The exit of Gaurav Gupta, a co-founder and head of supply of online food delivery start-up Zomato, has led to much discussion and chatter online, but this will not dent the company’s prospects, which debuted on the stock exchanges in July.
Chief Executive Officer Deepinder Goyal confirmed Gupta’s exit in a blog post.
In his exit email, which Goyal put up in his post, Gupta said he was taking a “new turn” in life and would be starting a “new chapter” after six years at Zomato.
“We have a great team now to take Zomato forward and it’s time for me to take an (alternative) path in my journey. I am very emotional as I write this and don’t think any words can do justice to how I am feeling right now,” Gupta said in the email.
In response to the letter, which too Goyal posted on the blog, he said: “Thank you GG (Gaurav Gupta) for everything you have helped Zomato achieve over the last few years. We have seen Zomato through great as well as terrible times together, and brought it here today. There’s so much of our journey still ahead of us, and I am thankful that you are hanging your boots at a point where we have a great team and leadership to carry us forward.”
Zomato’s Pankaj Chaddah, who co-founded the company along with Goyal as Foodiebay in 2008, had resigned in 2018. He co-founded a yoga- and nutrition-driven personalised health care platform called Mindhouse the next year.
“Gaurav Gupta’s quitting should be seen as a senior-level exit,” said Shriram Subramanian, founder and managing director at proxy advisory firm and independent governance analysis firm InGovern Research Services.
“From a governance perspective, it doesn’t matter that he was co-founder or not. Because it has happened so close to the initial public offering (IPO), it is generating interest,” he added.
Gupta was chief operating officer in 2019 when Zomato named him co-founder. He was the company’s pointsperson for interactions in its Rs 9,375 crore IPO listing.
He joined the company in 2015 as business head, table reservations, and held the position of head of global advertising sales and president, large enterprise accounts, before he was named chief operating officer in 2018.
Gupta, an Indian Institute of Technology and Indian Institute of Management graduate, worked at AT Kearney before joining Zomato.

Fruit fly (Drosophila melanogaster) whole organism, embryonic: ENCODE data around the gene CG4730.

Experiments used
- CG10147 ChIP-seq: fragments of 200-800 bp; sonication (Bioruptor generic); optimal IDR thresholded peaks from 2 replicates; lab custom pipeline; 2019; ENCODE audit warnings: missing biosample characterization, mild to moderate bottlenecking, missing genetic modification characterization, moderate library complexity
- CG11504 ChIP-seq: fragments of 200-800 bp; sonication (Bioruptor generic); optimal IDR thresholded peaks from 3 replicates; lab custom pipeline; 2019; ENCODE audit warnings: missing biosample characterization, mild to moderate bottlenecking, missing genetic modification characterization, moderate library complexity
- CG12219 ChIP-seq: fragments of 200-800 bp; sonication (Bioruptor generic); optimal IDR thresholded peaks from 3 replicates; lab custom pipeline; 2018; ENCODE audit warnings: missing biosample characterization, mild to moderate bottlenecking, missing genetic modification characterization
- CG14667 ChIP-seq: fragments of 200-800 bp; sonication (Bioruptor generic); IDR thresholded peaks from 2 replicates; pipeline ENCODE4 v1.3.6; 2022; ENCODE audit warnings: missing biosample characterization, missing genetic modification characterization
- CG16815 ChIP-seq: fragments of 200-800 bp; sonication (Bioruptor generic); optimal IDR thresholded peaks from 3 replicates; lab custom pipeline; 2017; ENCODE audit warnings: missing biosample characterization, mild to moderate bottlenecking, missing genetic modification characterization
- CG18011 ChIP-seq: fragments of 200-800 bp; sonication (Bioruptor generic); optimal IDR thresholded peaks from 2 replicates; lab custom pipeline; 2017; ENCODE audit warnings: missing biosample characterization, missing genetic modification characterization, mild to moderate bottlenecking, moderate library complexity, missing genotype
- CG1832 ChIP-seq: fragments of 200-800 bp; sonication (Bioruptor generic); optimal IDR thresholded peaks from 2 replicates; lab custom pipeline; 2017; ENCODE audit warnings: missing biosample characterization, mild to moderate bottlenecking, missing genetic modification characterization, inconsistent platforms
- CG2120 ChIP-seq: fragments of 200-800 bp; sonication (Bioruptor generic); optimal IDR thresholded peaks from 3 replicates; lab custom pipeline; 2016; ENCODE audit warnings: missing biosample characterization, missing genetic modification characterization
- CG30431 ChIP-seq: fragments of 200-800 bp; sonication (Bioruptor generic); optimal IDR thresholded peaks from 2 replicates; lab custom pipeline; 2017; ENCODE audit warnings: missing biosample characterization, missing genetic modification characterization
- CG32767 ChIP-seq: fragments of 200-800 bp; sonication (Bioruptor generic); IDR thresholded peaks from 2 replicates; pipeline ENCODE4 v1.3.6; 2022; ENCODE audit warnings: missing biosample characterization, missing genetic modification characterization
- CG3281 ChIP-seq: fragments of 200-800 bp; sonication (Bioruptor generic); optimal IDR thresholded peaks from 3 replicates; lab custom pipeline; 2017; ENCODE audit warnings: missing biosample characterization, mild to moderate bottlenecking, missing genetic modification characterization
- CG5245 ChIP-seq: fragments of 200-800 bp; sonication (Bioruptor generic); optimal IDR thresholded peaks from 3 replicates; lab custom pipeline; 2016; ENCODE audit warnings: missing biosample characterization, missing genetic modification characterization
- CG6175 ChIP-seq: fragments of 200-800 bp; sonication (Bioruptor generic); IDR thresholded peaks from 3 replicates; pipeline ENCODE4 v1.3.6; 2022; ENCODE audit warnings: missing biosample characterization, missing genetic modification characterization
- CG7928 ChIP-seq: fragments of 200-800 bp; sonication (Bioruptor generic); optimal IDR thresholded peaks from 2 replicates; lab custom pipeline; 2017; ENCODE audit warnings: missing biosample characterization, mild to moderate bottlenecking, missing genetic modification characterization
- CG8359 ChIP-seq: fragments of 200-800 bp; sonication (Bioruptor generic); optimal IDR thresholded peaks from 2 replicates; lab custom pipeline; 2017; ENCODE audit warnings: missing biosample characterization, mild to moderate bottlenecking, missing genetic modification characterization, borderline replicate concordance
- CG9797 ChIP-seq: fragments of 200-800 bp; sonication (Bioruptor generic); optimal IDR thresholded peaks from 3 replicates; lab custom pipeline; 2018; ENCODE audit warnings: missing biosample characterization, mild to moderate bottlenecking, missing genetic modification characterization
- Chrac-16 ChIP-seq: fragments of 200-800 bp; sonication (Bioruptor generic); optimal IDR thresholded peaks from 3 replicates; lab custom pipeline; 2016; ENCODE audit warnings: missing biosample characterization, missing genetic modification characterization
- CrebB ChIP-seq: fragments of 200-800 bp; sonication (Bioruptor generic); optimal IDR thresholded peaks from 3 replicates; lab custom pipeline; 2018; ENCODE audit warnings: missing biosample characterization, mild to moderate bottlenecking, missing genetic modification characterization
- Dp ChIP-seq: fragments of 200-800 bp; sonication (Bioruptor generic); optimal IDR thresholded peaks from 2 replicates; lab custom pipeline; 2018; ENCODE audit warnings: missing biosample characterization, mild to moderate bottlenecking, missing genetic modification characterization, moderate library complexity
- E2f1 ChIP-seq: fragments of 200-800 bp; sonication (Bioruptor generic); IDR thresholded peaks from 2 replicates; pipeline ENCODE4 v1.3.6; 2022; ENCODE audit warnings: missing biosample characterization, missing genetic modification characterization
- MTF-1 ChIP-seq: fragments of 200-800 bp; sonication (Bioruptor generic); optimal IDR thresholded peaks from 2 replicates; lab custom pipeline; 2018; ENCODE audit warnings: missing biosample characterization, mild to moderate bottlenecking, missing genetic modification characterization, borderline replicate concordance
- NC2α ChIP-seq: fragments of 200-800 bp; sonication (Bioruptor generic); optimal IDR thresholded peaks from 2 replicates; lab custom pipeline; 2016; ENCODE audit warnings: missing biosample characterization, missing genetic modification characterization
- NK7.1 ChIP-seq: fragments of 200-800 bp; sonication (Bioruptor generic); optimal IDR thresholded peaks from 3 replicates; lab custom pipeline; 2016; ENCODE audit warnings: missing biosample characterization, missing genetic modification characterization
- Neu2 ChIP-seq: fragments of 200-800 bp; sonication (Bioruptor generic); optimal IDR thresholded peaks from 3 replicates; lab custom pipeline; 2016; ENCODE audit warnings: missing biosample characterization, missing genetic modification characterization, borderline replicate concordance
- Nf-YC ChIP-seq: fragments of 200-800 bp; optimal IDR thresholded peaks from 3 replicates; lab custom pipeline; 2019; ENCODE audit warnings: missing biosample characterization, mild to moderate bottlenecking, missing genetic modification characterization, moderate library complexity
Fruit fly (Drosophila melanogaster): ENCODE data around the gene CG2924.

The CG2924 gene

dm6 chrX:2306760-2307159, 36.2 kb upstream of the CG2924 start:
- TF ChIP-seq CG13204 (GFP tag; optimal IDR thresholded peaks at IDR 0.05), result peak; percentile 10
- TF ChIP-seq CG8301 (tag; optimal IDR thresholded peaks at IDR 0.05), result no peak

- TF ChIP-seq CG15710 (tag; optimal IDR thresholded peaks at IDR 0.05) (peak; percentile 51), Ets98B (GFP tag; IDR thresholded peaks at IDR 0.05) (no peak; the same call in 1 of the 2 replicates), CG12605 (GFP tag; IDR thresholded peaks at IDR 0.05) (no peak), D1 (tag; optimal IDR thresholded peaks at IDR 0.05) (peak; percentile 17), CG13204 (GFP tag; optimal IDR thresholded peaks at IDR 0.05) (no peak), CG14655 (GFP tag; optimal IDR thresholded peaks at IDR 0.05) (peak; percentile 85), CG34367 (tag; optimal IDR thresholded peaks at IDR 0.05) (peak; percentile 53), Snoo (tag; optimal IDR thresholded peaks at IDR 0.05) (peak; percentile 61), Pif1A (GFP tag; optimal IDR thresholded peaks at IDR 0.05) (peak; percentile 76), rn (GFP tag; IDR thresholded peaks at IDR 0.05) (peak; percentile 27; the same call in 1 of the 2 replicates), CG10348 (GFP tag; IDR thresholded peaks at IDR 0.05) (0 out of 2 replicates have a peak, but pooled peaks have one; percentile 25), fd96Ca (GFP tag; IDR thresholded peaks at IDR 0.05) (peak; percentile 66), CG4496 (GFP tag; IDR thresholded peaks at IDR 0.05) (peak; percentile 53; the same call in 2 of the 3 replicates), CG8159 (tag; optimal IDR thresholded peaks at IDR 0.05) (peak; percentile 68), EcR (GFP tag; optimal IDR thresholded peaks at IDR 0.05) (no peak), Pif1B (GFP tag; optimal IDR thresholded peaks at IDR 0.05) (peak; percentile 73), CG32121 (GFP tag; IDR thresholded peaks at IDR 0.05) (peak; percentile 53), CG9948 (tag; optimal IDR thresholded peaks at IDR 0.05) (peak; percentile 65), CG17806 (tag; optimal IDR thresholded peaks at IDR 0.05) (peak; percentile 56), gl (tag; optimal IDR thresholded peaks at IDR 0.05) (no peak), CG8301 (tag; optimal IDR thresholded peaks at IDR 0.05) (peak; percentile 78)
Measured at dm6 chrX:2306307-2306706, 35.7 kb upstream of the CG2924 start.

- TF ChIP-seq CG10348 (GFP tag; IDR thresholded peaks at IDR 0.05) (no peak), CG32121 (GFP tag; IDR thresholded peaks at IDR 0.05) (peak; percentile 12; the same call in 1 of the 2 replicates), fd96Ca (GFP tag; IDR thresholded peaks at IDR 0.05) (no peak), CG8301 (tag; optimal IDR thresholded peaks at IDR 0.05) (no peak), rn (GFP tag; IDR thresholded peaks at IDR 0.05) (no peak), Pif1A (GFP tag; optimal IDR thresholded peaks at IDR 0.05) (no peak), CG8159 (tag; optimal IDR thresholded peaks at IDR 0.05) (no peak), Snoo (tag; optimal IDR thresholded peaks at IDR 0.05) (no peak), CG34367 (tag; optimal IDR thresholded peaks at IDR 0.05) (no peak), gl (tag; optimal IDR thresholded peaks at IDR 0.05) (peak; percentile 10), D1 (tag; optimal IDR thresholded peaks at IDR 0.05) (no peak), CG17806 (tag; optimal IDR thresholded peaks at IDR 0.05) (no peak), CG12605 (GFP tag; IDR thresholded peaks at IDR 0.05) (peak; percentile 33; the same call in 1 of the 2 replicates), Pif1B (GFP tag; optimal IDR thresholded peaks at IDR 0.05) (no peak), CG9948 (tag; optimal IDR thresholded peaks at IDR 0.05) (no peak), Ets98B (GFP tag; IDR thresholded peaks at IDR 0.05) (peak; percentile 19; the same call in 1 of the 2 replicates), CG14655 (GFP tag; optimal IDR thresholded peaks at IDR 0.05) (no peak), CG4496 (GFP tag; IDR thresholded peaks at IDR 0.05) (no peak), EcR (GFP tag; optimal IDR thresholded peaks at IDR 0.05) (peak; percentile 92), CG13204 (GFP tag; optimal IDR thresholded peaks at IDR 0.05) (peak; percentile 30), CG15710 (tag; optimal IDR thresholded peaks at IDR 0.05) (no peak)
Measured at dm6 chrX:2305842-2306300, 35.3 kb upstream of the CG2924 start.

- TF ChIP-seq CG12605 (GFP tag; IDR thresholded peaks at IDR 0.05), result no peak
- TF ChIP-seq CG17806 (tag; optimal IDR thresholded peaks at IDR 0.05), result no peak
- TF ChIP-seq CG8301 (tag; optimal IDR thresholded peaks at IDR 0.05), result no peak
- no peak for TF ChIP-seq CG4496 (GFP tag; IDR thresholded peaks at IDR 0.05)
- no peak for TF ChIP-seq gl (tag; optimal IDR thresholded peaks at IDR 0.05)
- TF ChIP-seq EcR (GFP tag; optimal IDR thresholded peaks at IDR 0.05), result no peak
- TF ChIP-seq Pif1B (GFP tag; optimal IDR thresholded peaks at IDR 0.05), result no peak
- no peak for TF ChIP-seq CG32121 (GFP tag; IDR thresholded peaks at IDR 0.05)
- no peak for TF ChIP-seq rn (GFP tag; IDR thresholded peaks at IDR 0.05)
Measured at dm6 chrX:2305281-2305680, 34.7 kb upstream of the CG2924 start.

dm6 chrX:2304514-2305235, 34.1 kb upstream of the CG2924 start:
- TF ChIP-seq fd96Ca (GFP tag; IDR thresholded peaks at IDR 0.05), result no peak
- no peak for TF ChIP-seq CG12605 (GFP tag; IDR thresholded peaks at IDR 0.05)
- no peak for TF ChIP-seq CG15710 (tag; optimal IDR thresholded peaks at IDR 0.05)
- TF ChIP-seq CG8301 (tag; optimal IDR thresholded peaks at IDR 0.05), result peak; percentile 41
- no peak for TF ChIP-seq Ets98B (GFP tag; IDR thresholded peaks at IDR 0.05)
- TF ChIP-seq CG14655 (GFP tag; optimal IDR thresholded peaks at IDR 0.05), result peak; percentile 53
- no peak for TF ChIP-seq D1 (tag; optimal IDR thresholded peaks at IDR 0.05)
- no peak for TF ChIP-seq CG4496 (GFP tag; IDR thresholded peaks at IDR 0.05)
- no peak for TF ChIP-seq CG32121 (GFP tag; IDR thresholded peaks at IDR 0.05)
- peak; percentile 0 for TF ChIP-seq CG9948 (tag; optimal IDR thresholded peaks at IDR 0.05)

His departure comes at a time when Zomato is shuttering its businesses in grocery delivery and the dietary supplements business.
Gupta was the first to be elevated as co-founder under the “Zomato Founder Program”, which rewards “people who have contributed to Zomato deeply; have built/scaled businesses, and have consistently demonstrated a founder’s mindset for a reasonable period of time, are acknowledged for their passion, commitment and perseverance”.
In its first quarterly results after its listing in July, Zomato said its net loss widened in the first quarter due to increased expenses and a hit on dining out as the second wave of Covid-19 hit the country.
Losses attributable to equity shareholders rose to Rs 356 crore from Rs 99.8 crore a year earlier. Adjusted EBITDA (earnings before interest, tax, depreciation, and amortisation) loss widened nearly 42 per cent to Rs 170 crore on a quarterly basis.
Revenue from operations in Q1 rose to Rs 844.40 crore from Rs 266 crore a year ago.
“It is still early days for these new-age companies in bullish markets. Investors will take time to understand their business. Once we see a bear market, investors may take a different view of Zomato’s loss-making business and evaluate the company on its business performance,” said Subramanian.
The Gurugram-based firm last week said it would shut down its grocery delivery service, which began as a pilot project in July, due to gaps in order fulfilment and the traction 15-minute grocery delivery has been getting in the recent past.
The company will discontinue its grocery delivery pilot on September 17. Reports said Zomato was shutting down its dietary supplements business, which Goyal announced in March this year.
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